How edtech makes learning more accessible

The traditional academic world is transforming, with advances in technology and changing student expectations opening doors to new ways of learning and engaging with course materials.

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Andela trainer Propser Otemuyiwa teaches students in a boot camp training class. Copr.[/caption]

If students nowadays are used to consuming books and television programmes through mobile devices and apps then surely it makes sense for them to interact with their academic content in the same way? Not only does it give them instant access whenever and wherever they may be, but it offers them the flexibility to learn in the way that is personal to them.

Mobile learning apps and devices such as tablets are being trialled at universities across the country, allowing students to access key course textbooks and information anytime, anywhere. The rise of edtech means that students no longer need to carry around heavy books to lectures and instead can now make notes and highlight important sections of text all directly from their tablet.

Edtech can increase accessibility, engagement and interactivity, however at present only a handful of pioneering universities have really embraced it. As we welcome the next generation of digital learners it makes sense for educators to meet the changing needs of these students whether they’re on campus or on the other side of the world.

Improving access to learning

When used properly, an education technology platform that hosts and enables access to learning materials can increase the potential for the free-flow of information by helping to facilitate independent learning. This not only enhances a student’s learning experience, but can also encourage participatory behaviour and collaboration.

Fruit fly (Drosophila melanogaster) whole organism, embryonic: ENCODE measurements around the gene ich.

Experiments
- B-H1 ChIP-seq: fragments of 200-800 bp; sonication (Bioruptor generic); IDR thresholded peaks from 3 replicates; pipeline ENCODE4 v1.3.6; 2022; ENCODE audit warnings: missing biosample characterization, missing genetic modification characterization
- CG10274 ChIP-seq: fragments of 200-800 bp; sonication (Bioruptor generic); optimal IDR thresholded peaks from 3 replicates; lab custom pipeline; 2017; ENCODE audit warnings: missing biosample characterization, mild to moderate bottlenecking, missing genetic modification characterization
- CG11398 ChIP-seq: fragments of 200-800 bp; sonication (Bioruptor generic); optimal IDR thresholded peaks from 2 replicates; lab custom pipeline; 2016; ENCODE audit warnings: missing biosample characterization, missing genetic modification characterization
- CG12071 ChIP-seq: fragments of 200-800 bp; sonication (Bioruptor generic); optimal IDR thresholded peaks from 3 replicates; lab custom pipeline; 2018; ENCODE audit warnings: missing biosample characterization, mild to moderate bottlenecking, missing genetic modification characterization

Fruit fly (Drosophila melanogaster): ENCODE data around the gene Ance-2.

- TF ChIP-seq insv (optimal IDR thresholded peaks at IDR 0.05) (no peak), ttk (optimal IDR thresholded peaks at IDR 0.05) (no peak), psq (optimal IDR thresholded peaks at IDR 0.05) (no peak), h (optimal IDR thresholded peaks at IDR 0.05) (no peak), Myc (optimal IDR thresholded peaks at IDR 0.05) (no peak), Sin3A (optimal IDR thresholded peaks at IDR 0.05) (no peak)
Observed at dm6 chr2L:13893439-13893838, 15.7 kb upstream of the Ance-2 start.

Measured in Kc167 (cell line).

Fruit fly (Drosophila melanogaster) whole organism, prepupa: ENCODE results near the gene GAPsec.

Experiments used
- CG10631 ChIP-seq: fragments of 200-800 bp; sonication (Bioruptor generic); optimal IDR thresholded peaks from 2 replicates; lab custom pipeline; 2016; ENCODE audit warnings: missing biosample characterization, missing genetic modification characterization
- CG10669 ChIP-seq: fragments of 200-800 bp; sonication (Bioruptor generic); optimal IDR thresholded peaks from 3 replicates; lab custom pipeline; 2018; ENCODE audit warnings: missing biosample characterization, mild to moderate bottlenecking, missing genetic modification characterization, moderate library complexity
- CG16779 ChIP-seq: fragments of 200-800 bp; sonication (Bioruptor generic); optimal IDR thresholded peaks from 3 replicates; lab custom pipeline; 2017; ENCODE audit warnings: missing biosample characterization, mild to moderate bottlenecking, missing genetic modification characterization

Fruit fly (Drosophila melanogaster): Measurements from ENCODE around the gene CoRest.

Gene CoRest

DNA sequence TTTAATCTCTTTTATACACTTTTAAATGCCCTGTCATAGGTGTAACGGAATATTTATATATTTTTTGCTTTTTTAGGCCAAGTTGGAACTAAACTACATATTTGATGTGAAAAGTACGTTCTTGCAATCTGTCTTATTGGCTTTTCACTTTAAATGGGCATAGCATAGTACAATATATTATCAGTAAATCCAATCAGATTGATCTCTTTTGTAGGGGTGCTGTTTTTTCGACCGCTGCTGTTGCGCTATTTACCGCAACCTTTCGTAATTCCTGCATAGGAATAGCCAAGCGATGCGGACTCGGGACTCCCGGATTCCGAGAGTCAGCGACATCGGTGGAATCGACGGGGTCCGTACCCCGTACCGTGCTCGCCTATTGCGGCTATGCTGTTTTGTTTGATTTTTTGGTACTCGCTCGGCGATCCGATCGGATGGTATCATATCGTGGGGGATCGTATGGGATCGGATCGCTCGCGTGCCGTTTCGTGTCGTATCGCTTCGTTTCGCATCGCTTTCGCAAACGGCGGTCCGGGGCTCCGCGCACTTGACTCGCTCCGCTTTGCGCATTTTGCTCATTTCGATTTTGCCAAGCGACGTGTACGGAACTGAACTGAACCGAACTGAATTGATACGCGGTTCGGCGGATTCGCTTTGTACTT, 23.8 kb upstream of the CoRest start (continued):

Essentially, students are encouraged to be less passive and more engaged and proactive in their learning process. For instance, students are empowered to source their own reading materials and demonstrate their own independent thinking as a result of wider reading. The platform and tools can then provide real efficiencies and productivity in how they can seamlessly move through all their content, take notes, book mark and create citations to use parts of the content in their own papers and dissertations.

The way in which learning materials are shared can also help to encourage interaction, as breaking up content into smaller chunks of information can allow a deeper understanding of the course content and enable focus on specific ‘learning objects’. Mixing up more traditional lectures with more peer-to-peer learning can also help to build relationships and break down the barriers of communication between lecturers and students.

Global accessibility

The introduction of digital textbooks and learning platforms is swiftly gaining momentum globally. Not only for students based on university campuses, but also for those who study distance learning courses and work remotely.

Covenant University in Ota, Nigeria, has become the first university in West Africa to adopt a university-wide digital learning platform and e-textbook scheme to help improve course results and give students equal learning opportunities. More Universities in Nigeria are coming up too to adopt digital learning.

The future of accessibility

In order to ensure future generations are as well-equipped as possible, educational institutions need to continue adapting and accepting the introduction of new technologies. Engaging with students in an innovative way so they can easily understand and digest information is key to encouraging active participation and independent learning. This in turn, provides a much more rewarding environment for both students and teachers.

The academic market for learning is rapidly evolving towards a digital future and students expect to be immersed in an enriching, collaborative and most importantly, more accessible environment.

This article first appeared on

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